The Wallflowers are one of my favorite bands. I wish they’d put out music more often (their last album came out in 2012. Two thousand twelve! That’s too damn long for more music from these guys). They’re put out decent albums since then (aside from the clunker that was Red Letter Days), but nothing has come close to reaching the heights of Breach.
Wilco has become, over the past twenty or so years, one of my absolute favorite bands. I first heard about them in a weird way: Glen Phillips (of Toad the Wet Sprocket fame) name dropped them in a song, which got me wondering about them. Long story short, I started with Summerteeth and never looked back.
Summerteeth was the third Wilco album. It came out originally in 1999, following the double album Being There. It’s a more refined album than Being There or their debut, A.M., with more organs, pianos, and odd little blips and quirks that presaged what was to come on Yankee Hotel Foxtrot and A Ghost is Born.
The album kicks off with “Can’t Stand It,” which features keyboards, bells, and chugging guitars. “It’s all beginning/To feel like it’s ending,” Jeff Tweedy sings. At one point, he essentially howls, leading into a great instrumental break. From there, things slow down with “She’s a Jar,” a meditative, melodic tune which features a beautiful harmonica solo. “A Shot in the Arm” picks up the pace, starting off with a squall of static and noise and featuring heavily-strummed acoustic guitar.
Other standout tracks include “How to Fight Loneliness,” a song that encourages the listener to “Just smile all the time,” but the admonition feels rather hollow, as if the singer doesn’t quite believe that’s really the best way to fight loneliness. “When You Wake Up Feeling Old” is a lovely tune reminiscent of the Beatles’ “When I’m 64” in theme and general tone.
The title track is one of the best songs on the album. “It’s just a dream he keeps having/And it doesn’t seem to mean anything,” Tweedy sings over an upbeat tune, and the bird chirping and chorused “Oohs” and “Aahs” really make the song for me, as does the jangly, Byrdsy guitar figure played throughout.
The album closes with “In a Future Age,” a song that meditates on things ending and all falling to entropy. “Some trees with bend/And some will fall/But then again/So will us all.” The lyrics are simple, but very evocative and moving. Tweedy’s vocals are pitch-perfect for the song, and it rounds out the album in the best way possible.
Following “In a Future Age,” there are two songs that act as something of a coda: “Candyfloss,” a sugary ditty that features keyboards quite heavily, and an alternate version of “A Shot in the Arm.” Both are excellent and a wonderful way to actually finish out the album.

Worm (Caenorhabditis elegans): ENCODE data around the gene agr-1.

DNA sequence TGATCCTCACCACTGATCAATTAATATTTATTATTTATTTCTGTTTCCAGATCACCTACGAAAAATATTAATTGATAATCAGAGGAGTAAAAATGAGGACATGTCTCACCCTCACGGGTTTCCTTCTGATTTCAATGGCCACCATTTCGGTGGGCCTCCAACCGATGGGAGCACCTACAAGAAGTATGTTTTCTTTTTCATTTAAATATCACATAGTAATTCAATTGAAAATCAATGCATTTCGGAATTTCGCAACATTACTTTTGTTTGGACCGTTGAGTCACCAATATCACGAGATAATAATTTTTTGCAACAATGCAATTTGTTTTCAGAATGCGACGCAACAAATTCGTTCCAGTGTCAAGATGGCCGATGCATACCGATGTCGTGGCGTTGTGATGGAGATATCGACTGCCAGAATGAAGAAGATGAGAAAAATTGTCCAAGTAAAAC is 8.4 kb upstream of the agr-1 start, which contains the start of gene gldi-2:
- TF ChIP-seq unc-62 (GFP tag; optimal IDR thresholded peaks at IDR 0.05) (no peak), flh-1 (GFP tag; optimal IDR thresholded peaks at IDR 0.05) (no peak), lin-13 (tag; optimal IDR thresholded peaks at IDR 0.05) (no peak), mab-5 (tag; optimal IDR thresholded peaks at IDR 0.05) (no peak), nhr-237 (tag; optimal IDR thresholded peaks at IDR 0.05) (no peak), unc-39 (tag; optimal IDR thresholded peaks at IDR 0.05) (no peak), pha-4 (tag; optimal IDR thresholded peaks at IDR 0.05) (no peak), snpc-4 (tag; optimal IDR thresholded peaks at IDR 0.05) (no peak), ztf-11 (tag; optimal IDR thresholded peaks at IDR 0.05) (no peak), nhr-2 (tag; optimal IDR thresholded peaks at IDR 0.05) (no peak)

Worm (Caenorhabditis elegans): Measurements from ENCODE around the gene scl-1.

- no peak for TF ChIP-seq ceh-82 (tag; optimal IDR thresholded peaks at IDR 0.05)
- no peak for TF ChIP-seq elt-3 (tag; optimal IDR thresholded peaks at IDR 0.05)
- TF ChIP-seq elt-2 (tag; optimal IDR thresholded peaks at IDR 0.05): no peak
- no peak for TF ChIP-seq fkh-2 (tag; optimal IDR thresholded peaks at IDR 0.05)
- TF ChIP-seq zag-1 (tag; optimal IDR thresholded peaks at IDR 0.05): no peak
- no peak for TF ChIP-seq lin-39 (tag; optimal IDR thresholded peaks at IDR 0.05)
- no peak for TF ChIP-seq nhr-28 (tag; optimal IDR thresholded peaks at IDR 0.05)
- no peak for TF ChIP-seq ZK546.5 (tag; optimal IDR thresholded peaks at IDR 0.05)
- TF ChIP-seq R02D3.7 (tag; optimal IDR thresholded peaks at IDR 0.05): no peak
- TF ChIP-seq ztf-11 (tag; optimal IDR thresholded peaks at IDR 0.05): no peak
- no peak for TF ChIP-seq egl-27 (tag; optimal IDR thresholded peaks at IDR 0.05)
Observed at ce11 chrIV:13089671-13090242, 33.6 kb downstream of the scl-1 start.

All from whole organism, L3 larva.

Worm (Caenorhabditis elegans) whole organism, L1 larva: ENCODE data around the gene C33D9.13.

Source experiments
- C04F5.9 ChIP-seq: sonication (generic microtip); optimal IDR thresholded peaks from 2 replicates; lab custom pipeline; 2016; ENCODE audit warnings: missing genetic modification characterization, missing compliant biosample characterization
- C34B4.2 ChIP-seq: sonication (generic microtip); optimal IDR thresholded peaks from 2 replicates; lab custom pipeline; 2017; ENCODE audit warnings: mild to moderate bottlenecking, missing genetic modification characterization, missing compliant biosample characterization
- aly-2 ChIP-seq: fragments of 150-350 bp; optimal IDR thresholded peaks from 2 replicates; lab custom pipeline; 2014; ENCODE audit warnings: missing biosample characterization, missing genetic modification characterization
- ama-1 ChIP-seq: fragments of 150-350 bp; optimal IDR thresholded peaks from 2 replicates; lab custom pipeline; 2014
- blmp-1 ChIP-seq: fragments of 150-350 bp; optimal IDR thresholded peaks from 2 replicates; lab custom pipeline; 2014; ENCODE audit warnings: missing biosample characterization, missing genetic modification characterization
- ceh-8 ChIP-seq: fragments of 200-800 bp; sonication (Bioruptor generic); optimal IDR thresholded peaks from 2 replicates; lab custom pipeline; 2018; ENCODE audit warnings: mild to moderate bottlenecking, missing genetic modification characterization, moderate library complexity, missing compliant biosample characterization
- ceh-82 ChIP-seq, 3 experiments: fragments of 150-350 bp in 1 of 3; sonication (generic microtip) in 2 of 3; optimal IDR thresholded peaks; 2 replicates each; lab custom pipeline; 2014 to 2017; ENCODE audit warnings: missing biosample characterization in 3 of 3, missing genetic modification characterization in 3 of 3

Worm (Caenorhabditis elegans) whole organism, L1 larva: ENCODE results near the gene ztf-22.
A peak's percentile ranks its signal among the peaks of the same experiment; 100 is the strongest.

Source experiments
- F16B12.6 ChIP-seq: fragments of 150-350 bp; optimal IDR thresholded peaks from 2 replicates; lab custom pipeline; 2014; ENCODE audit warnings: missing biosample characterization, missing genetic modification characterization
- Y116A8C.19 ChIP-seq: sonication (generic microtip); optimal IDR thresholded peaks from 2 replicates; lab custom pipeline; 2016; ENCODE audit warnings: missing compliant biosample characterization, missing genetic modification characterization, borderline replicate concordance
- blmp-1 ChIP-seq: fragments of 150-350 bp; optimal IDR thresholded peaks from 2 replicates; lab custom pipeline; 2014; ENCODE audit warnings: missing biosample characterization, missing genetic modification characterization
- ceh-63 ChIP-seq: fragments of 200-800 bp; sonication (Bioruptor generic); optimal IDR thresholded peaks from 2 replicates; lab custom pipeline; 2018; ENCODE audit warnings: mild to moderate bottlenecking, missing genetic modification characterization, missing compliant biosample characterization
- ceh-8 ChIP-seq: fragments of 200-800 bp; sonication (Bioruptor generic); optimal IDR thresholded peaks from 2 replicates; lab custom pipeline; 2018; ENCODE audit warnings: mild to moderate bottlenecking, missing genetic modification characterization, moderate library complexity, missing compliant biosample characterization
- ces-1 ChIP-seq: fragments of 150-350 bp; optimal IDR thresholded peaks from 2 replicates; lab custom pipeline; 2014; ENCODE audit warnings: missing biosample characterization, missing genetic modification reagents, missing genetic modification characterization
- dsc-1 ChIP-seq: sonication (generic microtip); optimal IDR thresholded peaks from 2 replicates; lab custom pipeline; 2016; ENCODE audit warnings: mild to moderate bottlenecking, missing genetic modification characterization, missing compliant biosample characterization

Ultimately, Summerteeth reflects Wilco growing in confidence and trying new things. The band shows growth and the album predicts the strange left turn their next couple of albums would take. I highly recommend it as a starting point for exploring Wilco’s discography. You could do far worse than this particular album.
The band has actually posted the entire album on Youtube. You can find it here.
I rolled over 10,000 words on Book 6 today. Just blew right past it. It feels good to be writing again, to put words on the page that I’m (mostly) happy with. The story is shaping up pretty quickly, and I’ve got most of the book plotted out in my head already.
I’ve also commissioned a cover for Book 5. Yeah, I don’t even have it edited or formatted yet, but I don’t see why I can’t get a cover image figured out ahead of all that. I already knew what I wanted it to look like, so I went ahead and pulled the trigger on getting that started. The plan is to have it ready to publish by the end of November.
All of which is to say: things are progressing. Things are progressing very well, and I’m looking forward to the start of November and NaNoWriMo (when I’ll really kick the Book 6 work into high gear). Wish me luck!
Good morning (or afternoon or evening or whatever. It’s morning as I write this, so “morning” is part of the salutation)! As you may recall, I recently completed the first draft of Book 5, which is fantastic news and gladdens the very cockles of my heart. But did you know that I have already started writing Book 6? It’s true! I’m about 5,000 words into it, which doesn’t sound like much (and, frankly, isn’t actually that much), but this is coming off of a stretch where getting any words to page was a big victory, so I’ll take it!
Book 6 sees a lot of the status quo shaken up. I don’t tend to let things sit for too long in the story if I can help it in general and I’ve been building to this particular book for quite some time. I’ve got a lot of the broad strokes planned out already, and a few fun subplots to keep things interesting while I turn Hazzard’s world upside down again. And all of that leads to Book 7, the culmination of the Hazzard Pay story. Does that mean Book 7 will be the last we hear of Eddie and company? Heck no! Just that the story I’ve been crafting has a definite end game in mind, and we’re moving towards it. In the meantime, I’ve got a dozen or so short stories I’d love to get out there in the world, like Bad Press. I’ll eventually collect all of those into a single volume, too (or maybe two volumes; let’s see how many of them get out there).
All that being said, I’m hoping to have Book 5 ready to go before Christmas. Wish me luck!
Today, I finished up the first draft to Book 5. It’s the shortest book I’ve written, at just about 45,000 words, but it’s all killer, no filler. I talked with my editor this afternoon and have arranged for it to get edited at the beginning of November. That means I should have the finished product ready for release by Christmas! Just in time for stuffing all your stockings.
This has been, in many ways, the hardest book I’ve ever written. Anxiety and depression are much to blame for that, unfortunately, but I feel like I’ve come through whatever block I was experiencing and I’m back in my groove.
In fact, I spent some time this afternoon plotting out Book 6. It’s gonna be pretty epic, and it picks up right where Book 5 left off.
I’m feeling pumped and ready to write more. It’s a good feeling.